The Tax Foundation Has Some Explaining To Do

If corporate tax cuts raise GDP by 30%, and the rate of return is 10%, this means cumulative current account deficits of 30% of GDP over the adjustment period. Say we’re talking about a decade: then we’re talking about adding an average of 3% of GDP to the trade deficit each year — around $600 billion a year, doubling the current deficit.

.. Second, all that foreign capital will earn a return — foreigners aren’t investing in America for their health. As I’ve tried to point out, this probably means that most of any gain in GDP accrues to foreigners, not U.S. national income.

.. they’re peddling an analysis that implicitly predicts huge trade deficits and a large jump in income payments to foreigners, they’re using a model that has no way to assess these effects or take them into account.

‘Are We Safe Yet?’ The answer’s not so simple.

Since 2008, U.S. banks have raised roughly $500 billion in new shareholder capital, bringing the total to $1.7 trillion. The added capital provides a larger cushion against losses (and, of course, the new shareholders enjoy any profits).

.. In addition to more capital, banks also have a more stable base of funds used for lending. According to Geithner, deposits now represent 86 percent of U.S. banks’ liabilities, up from 72 percent in 2008. Deposits tend to be stable, because most are insured by the government (up to $250,000 by the Federal Deposit Insurance Corp.) During the crisis, the flight of uninsured short-term funds (so-called repurchase agreements and commercial paper) threatened the entire financial system.

.. Despite this, Dodd-Frank has crippled government’s ability to defuse future financial crises. It has restricted government’s “ability to act as a lender of last resort.” The Fed’s power to lend to individual institutions is curtailed, making it harder to nip future crises in the bud. The Fed can’t act until many institutions are in trouble. Consequently, we are “even less prepared to deal with a crisis” than in 2007.

.. The real Dodd-Frank scandal is that this misinterpretation of events, widely embraced by both parties, has been allowed to stand. In many bailouts, banks’ shareholders suffered huge losses or were wiped out; similarly, top managers lost their jobs. The point was not to protect them but to prevent a collapse of the financial system.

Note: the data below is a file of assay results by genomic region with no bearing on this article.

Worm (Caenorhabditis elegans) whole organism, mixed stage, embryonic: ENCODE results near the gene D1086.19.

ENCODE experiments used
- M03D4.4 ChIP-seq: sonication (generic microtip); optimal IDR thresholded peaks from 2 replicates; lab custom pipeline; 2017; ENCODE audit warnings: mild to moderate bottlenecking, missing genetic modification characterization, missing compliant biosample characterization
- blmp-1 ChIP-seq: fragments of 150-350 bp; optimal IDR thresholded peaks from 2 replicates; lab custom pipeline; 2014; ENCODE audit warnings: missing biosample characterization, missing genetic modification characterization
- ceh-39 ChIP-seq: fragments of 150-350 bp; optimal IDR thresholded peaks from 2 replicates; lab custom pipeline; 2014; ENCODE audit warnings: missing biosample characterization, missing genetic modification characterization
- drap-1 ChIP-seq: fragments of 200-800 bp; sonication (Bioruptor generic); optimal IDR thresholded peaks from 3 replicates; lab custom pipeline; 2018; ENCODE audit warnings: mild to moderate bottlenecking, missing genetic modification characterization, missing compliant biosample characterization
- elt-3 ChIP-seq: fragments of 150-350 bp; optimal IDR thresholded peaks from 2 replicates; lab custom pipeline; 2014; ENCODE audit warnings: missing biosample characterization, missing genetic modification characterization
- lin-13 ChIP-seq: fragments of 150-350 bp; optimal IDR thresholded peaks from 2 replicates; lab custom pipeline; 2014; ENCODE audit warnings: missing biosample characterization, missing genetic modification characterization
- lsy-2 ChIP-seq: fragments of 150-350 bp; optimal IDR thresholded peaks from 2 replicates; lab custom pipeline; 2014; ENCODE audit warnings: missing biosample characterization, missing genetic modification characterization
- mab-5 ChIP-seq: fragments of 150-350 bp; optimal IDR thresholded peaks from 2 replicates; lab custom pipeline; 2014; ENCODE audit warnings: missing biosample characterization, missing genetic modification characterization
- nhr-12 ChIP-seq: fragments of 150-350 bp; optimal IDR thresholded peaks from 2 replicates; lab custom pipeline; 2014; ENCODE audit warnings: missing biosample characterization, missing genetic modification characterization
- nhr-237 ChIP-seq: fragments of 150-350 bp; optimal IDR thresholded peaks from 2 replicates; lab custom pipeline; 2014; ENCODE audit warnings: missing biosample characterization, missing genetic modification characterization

If the Trump administration doesn’t repudiate the conventional wisdom and change the law accordingly, it risks creating a future, self-inflicted wound.

A Better Way to Control the Banks

What gets lost in the discussion is that Dodd-Frank, properly executed, would help to create the conditions for breaking up large and complex banks. That’s because the banks would face rising regulatory costs, which means they might well be worth more to investors if taken apart.

.. Even so, the capital requirements are not strong enough, in part because they do not require banks to fully account for potential losses from the trading of derivatives, a multitrillion-dollar activity.

Recent data provided by the banks to the Federal Reserve show that capital at big American banks recently averaged a healthy 13 percent of assets. But if derivatives and other holdings were fully included — as is required under international accounting rules but not under American ones — capital would come to a feeble 5.7 percent.

E.C.B. Stress Tests Seen as Bolstering Confidence in Banks

But applying the leverage ratio may reveal a yawning hole at European banks, according to an analysis by Sascha Steffen, an associate professor at ESMT European School of Management and Technology in Berlin, and Viral V. Acharya, a professor of economics at New York University. They first assumed European banks had to write off all the nonperforming loans that are not covered by reserves. Then they calculated how much equity capital the banks would then need so that their equity capital equaled 4 percent of total assets. In that situation, the banks in the sample would have a theoretical capital shortfall of nearly $350 billion.